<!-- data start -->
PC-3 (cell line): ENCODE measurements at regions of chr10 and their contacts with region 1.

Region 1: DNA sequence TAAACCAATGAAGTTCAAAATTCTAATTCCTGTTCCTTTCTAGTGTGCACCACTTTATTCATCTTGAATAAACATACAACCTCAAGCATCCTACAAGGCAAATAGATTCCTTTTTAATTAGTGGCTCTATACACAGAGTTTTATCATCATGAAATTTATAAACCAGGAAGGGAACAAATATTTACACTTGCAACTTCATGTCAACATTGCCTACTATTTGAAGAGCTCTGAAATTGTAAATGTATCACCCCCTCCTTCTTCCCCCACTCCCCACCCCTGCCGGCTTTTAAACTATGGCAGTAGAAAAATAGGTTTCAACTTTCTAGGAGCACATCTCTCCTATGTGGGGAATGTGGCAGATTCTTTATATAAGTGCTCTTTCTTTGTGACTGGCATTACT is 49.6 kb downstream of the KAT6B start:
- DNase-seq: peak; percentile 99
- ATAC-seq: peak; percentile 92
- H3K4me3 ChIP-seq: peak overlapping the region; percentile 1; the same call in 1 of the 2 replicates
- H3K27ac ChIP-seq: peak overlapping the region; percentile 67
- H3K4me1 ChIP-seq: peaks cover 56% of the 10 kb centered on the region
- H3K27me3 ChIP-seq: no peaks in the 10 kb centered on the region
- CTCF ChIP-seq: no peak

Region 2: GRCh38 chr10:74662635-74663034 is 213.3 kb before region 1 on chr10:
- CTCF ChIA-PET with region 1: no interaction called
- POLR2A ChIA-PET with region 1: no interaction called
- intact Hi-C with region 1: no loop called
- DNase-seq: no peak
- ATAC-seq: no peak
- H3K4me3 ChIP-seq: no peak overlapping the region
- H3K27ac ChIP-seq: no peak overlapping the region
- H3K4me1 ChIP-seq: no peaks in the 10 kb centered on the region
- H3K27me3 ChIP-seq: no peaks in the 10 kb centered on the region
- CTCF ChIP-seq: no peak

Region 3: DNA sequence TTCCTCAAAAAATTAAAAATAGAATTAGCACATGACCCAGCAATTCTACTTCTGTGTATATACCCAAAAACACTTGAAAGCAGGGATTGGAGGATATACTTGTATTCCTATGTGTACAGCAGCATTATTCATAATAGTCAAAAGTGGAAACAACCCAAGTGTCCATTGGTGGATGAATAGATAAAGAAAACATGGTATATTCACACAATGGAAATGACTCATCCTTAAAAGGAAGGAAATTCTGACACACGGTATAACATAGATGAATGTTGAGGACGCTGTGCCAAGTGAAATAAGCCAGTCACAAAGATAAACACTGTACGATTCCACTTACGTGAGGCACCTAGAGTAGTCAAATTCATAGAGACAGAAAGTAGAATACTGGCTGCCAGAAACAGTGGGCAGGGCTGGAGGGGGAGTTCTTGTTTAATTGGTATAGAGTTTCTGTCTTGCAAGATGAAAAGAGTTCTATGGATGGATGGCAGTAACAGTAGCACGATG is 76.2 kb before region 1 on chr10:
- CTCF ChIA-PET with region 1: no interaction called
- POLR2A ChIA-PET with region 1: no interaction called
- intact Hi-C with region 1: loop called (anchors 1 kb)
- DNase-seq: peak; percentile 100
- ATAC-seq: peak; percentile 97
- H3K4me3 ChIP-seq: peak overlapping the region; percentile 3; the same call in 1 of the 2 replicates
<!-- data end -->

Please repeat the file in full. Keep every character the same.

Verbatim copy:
PC-3 (cell line): ENCODE measurements at regions of chr10 and their contacts with region 1.

Region 1: DNA sequence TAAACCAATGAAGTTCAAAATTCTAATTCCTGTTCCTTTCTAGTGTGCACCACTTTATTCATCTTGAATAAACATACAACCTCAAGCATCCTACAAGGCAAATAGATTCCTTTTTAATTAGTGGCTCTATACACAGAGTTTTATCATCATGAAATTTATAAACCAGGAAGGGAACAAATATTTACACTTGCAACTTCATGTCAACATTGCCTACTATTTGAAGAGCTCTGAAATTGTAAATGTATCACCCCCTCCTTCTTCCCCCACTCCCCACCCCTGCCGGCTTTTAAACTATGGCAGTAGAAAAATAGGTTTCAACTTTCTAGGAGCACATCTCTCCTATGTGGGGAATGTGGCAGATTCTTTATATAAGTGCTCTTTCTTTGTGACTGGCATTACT is 49.6 kb downstream of the KAT6B start:
- DNase-seq: peak; percentile 99
- ATAC-seq: peak; percentile 92
- H3K4me3 ChIP-seq: peak overlapping the region; percentile 1; the same call in 1 of the 2 replicates
- H3K27ac ChIP-seq: peak overlapping the region; percentile 67
- H3K4me1 ChIP-seq: peaks cover 56% of the 10 kb centered on the region
- H3K27me3 ChIP-seq: no peaks in the 10 kb centered on the region
- CTCF ChIP-seq: no peak

Region 2: GRCh38 chr10:74662635-74663034 is 213.3 kb before region 1 on chr10:
- CTCF ChIA-PET with region 1: no interaction called
- POLR2A ChIA-PET with region 1: no interaction called
- intact Hi-C with region 1: no loop called
- DNase-seq: no peak
- ATAC-seq: no peak
- H3K4me3 ChIP-seq: no peak overlapping the region
- H3K27ac ChIP-seq: no peak overlapping the region
- H3K4me1 ChIP-seq: no peaks in the 10 kb centered on the region
- H3K27me3 ChIP-seq: no peaks in the 10 kb centered on the region
- CTCF ChIP-seq: no peak

Region 3: DNA sequence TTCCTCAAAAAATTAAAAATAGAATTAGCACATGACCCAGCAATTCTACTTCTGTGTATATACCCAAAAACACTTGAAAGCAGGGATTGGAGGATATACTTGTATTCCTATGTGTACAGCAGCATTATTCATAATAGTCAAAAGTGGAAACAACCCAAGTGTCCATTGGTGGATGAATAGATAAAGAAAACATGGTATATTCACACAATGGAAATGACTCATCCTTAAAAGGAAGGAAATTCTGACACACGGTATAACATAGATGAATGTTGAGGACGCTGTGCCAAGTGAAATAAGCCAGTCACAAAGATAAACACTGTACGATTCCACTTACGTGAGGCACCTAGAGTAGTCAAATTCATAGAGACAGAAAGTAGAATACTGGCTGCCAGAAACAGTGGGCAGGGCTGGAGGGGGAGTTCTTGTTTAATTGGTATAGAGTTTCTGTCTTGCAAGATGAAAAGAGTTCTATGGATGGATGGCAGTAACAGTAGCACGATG is 76.2 kb before region 1 on chr10:
- CTCF ChIA-PET with region 1: no interaction called
- POLR2A ChIA-PET with region 1: no interaction called
- intact Hi-C with region 1: loop called (anchors 1 kb)
- DNase-seq: peak; percentile 100
- ATAC-seq: peak; percentile 97
- H3K4me3 ChIP-seq: peak overlapping the region; percentile 3; the same call in 1 of the 2 replicates